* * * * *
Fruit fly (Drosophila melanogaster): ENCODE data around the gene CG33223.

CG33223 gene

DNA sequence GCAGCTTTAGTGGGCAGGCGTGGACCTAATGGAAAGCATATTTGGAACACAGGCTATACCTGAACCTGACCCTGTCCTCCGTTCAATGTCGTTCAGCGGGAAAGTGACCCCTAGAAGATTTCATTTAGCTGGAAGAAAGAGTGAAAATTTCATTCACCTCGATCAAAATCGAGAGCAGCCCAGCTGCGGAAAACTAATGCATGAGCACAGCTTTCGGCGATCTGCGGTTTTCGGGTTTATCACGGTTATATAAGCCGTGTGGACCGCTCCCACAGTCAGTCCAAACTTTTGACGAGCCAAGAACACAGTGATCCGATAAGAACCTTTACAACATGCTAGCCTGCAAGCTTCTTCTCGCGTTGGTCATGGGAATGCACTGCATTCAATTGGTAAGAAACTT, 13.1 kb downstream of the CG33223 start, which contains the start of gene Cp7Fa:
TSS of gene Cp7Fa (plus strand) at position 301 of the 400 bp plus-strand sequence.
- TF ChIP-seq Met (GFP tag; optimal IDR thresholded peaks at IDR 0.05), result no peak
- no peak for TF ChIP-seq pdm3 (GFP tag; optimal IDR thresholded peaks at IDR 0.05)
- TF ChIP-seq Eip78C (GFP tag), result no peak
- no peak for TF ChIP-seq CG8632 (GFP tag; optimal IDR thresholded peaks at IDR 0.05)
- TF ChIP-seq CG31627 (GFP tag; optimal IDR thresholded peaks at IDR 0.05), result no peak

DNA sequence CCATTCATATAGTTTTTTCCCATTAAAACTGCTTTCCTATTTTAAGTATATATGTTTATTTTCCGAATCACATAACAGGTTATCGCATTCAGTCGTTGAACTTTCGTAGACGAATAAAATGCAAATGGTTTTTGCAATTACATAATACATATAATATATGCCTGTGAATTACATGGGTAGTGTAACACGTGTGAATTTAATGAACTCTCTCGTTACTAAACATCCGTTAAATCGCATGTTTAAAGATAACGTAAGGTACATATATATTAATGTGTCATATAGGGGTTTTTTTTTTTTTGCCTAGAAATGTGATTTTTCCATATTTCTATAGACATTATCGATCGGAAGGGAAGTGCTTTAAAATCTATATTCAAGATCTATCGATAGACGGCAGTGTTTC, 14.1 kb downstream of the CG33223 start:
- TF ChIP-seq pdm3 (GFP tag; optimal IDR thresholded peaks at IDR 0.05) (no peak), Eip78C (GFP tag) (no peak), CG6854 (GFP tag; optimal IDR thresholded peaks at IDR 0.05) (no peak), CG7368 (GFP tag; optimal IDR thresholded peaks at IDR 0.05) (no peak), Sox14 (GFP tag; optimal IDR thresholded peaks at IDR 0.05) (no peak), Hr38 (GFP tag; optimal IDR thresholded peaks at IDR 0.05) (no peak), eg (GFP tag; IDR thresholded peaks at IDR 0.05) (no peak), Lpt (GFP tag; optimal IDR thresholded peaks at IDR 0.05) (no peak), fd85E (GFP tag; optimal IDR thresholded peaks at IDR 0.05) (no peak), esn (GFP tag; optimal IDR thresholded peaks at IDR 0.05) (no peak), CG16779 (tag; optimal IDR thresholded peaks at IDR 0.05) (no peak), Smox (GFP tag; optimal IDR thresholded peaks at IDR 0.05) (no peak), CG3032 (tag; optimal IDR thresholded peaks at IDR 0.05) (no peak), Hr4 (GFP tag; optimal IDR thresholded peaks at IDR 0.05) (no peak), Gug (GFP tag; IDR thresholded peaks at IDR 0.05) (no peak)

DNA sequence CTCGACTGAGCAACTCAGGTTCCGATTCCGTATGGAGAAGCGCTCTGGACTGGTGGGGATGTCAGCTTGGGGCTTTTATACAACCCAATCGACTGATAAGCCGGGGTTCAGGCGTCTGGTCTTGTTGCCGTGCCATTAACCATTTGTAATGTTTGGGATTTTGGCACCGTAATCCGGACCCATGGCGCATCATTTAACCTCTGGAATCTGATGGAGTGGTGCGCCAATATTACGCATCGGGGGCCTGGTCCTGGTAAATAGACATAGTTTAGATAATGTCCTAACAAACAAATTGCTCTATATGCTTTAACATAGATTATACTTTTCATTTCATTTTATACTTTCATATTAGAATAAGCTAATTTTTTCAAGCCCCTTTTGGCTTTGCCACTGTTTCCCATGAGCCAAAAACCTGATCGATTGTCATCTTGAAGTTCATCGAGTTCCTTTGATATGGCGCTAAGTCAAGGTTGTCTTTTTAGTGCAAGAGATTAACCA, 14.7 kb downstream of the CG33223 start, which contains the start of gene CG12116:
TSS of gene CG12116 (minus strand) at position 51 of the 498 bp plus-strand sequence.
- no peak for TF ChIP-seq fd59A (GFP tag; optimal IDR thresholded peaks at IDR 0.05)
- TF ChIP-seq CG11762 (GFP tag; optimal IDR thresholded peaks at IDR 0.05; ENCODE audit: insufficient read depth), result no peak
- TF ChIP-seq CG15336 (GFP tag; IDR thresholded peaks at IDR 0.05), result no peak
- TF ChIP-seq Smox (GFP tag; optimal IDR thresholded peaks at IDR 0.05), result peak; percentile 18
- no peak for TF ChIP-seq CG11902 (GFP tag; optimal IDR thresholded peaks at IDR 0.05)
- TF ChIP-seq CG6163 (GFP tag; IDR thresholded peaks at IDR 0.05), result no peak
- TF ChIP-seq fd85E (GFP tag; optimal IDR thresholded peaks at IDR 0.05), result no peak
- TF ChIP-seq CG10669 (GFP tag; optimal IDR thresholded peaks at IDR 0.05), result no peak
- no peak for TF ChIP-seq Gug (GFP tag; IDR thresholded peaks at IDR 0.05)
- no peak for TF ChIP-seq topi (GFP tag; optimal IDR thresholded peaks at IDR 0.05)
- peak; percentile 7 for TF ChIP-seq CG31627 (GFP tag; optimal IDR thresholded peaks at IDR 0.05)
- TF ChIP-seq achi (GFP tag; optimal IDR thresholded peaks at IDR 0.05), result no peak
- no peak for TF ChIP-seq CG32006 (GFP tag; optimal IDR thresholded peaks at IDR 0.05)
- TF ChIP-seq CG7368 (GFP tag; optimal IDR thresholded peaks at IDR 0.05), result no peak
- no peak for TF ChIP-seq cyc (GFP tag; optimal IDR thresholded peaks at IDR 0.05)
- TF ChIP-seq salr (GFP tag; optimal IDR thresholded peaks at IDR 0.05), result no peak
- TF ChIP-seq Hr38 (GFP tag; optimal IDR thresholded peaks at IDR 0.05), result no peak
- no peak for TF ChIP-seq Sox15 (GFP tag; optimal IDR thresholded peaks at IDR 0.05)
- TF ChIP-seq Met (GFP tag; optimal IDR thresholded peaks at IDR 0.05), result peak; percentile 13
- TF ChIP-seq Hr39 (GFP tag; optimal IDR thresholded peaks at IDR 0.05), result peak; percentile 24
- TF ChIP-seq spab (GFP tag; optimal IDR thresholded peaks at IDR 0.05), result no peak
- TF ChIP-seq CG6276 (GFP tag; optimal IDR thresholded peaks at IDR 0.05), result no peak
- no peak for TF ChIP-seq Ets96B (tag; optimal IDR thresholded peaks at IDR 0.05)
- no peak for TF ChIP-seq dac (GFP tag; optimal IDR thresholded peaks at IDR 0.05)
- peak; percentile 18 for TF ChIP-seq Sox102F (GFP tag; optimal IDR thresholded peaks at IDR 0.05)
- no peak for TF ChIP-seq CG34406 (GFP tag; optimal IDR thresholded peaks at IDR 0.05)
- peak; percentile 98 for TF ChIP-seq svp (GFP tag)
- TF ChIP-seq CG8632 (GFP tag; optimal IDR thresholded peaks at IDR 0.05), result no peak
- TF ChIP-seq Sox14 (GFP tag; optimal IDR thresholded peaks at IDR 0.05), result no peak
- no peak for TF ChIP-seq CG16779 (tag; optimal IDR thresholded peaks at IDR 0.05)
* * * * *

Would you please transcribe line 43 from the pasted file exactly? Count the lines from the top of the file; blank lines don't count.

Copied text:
- no peak for TF ChIP-seq CG16779 (tag; optimal IDR thresholded peaks at IDR 0.05)